January 14: Christian Anti-Semitism – Council of Nicea

Council of Nicaea

The Council of Nicaea[1], (325), was the first ecumenical council of the Christian church. It was called by the emperor Constantine1 who hoped this general council would denounce the heresy of “Arianism.” Arianism teaches that Christ is not divine but a created being. 

Although the Creed has undergone various modifications, it remains the universally accepted and recognized statements of the Christian faith.  The Creed is still part of many liturgical church services and states:

 “We believe in…. one Lord Jesus Christ, the only-begotten Son of God, begotten of the Father before all worlds, God of God, Light of Light, Very God of Very God, begotten, not made, being of one substance with the Father by whom all things were made; 

Another important decision of the Council was to separate the observance of Passover from the celebration of “Easter.”  Constantine’s hatred of anything “Jewish” caused this irony that separates the Church from the Biblical feasts which were fulfilled by the death, burial and resurrection of Yeshua!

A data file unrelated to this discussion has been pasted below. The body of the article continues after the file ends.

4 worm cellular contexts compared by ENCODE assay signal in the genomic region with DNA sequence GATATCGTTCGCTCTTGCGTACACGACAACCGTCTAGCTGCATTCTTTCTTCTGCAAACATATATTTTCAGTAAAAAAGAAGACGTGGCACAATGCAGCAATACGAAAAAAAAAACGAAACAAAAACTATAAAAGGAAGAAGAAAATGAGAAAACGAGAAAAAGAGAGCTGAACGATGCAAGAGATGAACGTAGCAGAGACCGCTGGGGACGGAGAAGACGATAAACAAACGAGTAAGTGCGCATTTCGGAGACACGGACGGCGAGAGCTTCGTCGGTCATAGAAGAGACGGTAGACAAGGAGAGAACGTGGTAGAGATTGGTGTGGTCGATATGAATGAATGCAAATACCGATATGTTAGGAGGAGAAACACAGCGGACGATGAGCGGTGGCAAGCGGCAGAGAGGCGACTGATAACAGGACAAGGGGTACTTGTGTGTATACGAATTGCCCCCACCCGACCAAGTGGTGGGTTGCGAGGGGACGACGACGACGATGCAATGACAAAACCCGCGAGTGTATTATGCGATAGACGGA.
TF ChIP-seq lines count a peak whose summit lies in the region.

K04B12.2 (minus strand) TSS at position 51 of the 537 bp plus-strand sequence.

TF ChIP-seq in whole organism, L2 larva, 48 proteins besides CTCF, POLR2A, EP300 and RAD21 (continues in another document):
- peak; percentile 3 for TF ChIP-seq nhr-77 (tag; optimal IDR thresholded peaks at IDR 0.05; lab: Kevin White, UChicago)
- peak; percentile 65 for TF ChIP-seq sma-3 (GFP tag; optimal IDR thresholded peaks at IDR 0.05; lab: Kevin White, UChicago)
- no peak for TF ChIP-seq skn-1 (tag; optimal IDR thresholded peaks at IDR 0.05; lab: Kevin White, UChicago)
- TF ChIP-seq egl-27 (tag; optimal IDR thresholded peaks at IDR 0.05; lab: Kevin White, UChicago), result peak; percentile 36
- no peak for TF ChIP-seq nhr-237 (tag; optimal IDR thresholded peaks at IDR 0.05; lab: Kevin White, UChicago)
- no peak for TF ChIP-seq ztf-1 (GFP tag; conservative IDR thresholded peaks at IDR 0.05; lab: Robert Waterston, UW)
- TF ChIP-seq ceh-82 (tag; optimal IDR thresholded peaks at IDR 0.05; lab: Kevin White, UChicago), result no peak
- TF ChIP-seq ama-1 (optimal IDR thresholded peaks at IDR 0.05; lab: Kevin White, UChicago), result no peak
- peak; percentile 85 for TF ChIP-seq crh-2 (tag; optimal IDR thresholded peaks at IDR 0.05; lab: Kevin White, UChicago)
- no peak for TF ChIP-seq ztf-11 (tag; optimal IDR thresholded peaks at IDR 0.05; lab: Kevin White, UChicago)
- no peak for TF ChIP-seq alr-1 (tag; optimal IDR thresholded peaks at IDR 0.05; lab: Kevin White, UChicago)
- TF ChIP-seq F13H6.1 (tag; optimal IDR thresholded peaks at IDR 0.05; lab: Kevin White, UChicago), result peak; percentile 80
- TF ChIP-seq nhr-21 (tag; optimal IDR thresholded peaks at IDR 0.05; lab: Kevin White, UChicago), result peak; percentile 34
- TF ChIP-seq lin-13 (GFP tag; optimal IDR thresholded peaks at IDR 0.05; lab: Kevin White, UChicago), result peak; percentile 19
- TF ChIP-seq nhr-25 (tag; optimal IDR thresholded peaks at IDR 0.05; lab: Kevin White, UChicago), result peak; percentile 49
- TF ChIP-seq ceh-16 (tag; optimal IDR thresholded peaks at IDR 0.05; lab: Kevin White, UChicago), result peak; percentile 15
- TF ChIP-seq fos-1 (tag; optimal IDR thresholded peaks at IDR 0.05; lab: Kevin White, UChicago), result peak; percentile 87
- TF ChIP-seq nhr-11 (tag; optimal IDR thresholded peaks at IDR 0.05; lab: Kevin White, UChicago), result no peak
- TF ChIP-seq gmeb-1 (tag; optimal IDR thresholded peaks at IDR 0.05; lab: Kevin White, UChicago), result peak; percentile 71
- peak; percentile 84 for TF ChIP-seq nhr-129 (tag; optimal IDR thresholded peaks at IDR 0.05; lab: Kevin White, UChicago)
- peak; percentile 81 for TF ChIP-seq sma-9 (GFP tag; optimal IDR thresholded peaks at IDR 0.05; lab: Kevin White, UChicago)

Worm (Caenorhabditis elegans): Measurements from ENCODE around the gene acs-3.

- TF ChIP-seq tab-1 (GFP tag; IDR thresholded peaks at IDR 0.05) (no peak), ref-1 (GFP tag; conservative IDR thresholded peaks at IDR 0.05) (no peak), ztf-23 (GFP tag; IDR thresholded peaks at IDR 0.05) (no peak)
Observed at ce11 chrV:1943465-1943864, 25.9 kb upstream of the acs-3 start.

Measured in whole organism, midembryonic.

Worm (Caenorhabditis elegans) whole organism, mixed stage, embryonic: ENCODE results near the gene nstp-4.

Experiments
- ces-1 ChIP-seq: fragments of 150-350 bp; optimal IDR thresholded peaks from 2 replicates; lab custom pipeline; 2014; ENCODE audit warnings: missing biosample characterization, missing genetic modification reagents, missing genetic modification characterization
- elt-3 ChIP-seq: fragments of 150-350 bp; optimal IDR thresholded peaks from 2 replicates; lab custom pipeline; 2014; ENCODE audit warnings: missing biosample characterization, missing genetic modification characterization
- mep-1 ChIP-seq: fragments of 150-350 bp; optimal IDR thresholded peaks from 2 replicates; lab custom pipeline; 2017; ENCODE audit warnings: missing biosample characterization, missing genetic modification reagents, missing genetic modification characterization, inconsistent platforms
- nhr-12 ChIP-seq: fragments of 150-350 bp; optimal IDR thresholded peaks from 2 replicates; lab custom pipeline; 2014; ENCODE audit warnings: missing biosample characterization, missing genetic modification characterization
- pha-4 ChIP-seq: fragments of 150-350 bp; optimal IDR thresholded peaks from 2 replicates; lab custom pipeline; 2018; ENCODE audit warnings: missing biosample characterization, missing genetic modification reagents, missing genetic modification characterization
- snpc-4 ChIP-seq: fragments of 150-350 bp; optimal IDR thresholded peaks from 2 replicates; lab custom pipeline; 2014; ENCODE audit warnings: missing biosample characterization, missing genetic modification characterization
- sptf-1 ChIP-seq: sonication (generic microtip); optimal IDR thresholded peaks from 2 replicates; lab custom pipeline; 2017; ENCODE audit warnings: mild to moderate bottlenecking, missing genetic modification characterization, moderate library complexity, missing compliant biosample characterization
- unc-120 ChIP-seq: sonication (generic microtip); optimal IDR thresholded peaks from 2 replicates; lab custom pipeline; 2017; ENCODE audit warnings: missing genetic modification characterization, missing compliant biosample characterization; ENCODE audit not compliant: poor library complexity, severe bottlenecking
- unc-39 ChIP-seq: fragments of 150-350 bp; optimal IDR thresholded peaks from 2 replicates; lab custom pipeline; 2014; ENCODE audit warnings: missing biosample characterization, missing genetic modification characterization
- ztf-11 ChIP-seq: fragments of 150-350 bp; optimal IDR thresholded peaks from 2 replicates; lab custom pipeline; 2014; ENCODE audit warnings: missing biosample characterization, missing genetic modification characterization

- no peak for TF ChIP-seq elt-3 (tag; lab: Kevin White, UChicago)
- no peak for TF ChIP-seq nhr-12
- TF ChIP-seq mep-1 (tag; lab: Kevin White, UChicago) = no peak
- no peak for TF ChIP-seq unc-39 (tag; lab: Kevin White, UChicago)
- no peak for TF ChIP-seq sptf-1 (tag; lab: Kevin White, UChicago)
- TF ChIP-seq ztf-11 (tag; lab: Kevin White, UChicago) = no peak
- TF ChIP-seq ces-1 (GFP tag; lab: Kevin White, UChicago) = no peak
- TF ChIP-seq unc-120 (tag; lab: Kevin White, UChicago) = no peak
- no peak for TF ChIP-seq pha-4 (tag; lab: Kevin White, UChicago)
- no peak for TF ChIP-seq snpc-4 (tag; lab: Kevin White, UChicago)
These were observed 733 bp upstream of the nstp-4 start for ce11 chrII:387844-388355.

Because Passover is determined by the Jews’ use of the lunar calendar, often the two holidays coincide. 

 

Renounce the lie

For it is unbecoming beyond measure that on this holiest of festivals we should follow the customs of the Jews. We ought not, therefore, to have anything in common with the Jews…our worship follows a… more convenient course” (Constantine)

 

Replace with truth

Isaiah 66:22-23

“For as the new heavens and the new earth
Which I will make shall remain before Me,” says the Lord,
“So shall your descendants and your name remain.
 And it shall come to pass
That from one New Moon to another,
And from one Sabbath to another,
All flesh shall come to worship before Me,” says the Lord.

 

[1] For more information:

https://www.gotquestions.org/Nicene-creed.html

http://www.christianitytoday.com/history/issues/issue-28/325-first-council-of-nicea.html

 

 

 

Anti-Jewish rhetoric both in words, deeds and art work.

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